Both sides have an overriding interest in avoiding a return to war, but neither one is capable of making the compromises the other side demands as a prerequisite for a final agreement. That means the window of opportunity for Arafat, Barak and Clinton to conclude a deal may now be shutting; but then again, the fundamental differences that continue to divide them may have fatally undermined any deal forced through under these circumstances. After all, compelling Arafat to concede on Jerusalem would imperil not only himself, but also pro-Western Arab governments from Egypt to Saudi Arabia who would be expected to underwrite such a deal. And with a majority of the Knesset voting against Barak at last count, the Israeli leader's ability to deliver is considerably diminished and the experience of having to negotiate with Benjamin Netanyahu in implementing a deal struck by his predecessor will be one the Palestinians won't be looking to repeat. So it may suit both sides now to simply continue making piecemeal agreements rather than trying to conclude a final deal, even if that leaves high and dry a U.S. president who's invested so much of his time and energy to this quest. The President used his swan song appearance before the U.N. General Assembly Wednesday to urge both sides to compromise and to warn that the opportunity for peace was fleeting. Perhaps. But it may be, in the end, that what is fleeting is the opportunity for a Clinton-authored peace.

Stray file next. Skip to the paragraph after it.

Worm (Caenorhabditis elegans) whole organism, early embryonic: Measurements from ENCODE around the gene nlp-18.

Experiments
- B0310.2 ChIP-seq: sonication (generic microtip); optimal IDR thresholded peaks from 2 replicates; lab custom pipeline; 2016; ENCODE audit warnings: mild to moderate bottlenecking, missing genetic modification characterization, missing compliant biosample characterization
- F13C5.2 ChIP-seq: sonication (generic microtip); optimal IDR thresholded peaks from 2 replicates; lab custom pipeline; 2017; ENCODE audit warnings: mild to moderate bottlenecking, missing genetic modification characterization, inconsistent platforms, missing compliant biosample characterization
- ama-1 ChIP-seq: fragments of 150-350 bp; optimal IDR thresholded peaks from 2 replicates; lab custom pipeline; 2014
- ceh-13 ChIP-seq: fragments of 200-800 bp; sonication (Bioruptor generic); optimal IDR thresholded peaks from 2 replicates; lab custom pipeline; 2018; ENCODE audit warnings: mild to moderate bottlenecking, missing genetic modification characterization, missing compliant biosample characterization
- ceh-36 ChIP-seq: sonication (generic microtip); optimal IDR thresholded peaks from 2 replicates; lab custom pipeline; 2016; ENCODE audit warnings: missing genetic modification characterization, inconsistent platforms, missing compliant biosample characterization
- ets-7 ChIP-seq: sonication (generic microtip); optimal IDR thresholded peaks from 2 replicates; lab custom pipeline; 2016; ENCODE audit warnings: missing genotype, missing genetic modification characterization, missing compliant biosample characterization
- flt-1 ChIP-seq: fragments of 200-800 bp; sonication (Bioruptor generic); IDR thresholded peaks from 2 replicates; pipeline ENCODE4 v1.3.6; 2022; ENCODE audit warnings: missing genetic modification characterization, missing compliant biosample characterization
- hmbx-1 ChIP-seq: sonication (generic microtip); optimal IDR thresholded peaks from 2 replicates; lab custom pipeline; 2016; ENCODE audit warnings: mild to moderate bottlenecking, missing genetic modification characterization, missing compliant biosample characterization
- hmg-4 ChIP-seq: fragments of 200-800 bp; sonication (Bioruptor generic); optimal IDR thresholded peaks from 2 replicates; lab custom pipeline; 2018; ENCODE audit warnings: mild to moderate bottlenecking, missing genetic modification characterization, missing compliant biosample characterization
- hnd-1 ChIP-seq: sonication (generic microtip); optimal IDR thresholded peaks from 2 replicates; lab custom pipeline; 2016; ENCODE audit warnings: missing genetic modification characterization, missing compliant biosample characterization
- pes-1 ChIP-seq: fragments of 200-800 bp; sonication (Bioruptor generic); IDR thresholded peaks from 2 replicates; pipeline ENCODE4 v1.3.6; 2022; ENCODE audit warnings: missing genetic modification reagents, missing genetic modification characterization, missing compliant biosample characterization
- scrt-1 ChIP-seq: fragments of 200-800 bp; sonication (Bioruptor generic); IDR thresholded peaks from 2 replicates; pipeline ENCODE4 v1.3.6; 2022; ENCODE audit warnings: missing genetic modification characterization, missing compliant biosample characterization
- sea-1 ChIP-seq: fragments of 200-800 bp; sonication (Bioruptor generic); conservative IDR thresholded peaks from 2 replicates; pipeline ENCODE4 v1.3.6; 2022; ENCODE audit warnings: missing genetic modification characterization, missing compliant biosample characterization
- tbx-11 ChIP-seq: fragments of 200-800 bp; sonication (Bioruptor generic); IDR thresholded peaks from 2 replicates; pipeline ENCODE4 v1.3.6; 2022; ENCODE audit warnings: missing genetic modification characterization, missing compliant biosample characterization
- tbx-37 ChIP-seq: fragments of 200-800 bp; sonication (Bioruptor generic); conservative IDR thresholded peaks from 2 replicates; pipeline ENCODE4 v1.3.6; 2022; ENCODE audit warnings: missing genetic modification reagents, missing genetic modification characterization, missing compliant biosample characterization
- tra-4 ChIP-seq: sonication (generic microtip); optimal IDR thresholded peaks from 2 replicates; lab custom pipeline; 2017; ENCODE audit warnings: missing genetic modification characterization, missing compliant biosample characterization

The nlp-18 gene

President Clinton may have failed to cajole Israelis and Palestinians into a peace deal ahead of their September 13 deadline, but nobody's expecting a return to war. The peace process was never quite the cliffhanger it's been portrayed as by a U.S. president desperate for a foreign policy trophy and by a media corps seeking to breathe new drama into what has become one of the more pedestrian staples of the last decade's news coverage. Yasser Arafat may have threatened publicly to unilaterally declare a Palestinian state if no deal was reached by the deadline, but off the record his aides have always made it abundantly clear that he won't tempt fate while the U.S. election season heats up and Ehud Barak's beleaguered government faces mounting pressure on its right flank. And the Israeli leader, whose immediate priority now is to simply survive in office when his parliament reconvenes in the fall, can't afford to allow relations with the Palestinians to collapse either. So Arafat and Barak will keep talking and continue to cooperate on the basis of the existing web of interim agreements and channels of communications. The only difference will be that now they'll have to get along without Bill Clinton.